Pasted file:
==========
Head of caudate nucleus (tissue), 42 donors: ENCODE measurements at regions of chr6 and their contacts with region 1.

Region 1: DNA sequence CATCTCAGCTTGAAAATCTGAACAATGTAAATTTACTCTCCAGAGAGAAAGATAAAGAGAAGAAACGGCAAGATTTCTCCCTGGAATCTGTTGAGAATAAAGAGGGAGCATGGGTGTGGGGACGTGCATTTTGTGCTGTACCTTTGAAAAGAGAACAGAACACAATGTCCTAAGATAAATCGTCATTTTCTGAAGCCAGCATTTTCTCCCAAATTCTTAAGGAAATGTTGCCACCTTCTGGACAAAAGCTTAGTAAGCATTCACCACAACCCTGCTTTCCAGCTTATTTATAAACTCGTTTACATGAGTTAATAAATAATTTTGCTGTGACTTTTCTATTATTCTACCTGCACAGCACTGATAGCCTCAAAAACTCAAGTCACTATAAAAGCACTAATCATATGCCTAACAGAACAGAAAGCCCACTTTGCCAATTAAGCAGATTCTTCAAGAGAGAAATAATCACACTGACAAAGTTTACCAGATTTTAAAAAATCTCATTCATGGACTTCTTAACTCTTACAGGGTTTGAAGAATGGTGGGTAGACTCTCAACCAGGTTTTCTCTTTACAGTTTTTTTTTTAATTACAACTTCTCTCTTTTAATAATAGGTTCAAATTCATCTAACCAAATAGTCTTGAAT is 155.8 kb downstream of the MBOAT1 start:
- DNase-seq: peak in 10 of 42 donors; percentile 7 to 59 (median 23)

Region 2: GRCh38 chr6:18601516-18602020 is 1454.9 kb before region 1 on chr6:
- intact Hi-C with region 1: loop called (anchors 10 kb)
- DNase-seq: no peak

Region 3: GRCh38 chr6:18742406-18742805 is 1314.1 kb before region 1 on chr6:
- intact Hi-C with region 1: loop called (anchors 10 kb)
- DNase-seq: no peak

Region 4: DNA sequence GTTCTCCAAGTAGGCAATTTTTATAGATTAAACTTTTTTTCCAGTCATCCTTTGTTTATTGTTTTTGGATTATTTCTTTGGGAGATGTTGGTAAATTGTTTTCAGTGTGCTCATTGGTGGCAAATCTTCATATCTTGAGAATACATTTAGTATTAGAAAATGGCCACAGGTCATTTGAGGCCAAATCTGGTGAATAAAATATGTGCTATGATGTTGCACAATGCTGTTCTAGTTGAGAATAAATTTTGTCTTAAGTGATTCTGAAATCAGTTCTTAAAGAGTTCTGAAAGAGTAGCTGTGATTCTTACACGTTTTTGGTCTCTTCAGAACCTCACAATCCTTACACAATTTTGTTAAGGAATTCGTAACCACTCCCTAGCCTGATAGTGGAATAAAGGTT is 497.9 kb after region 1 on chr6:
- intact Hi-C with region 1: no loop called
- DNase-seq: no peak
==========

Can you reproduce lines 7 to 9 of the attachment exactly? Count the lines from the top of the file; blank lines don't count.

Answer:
Region 3: GRCh38 chr6:18742406-18742805 is 1314.1 kb before region 1 on chr6:
- intact Hi-C with region 1: loop called (anchors 10 kb)
- DNase-seq: no peak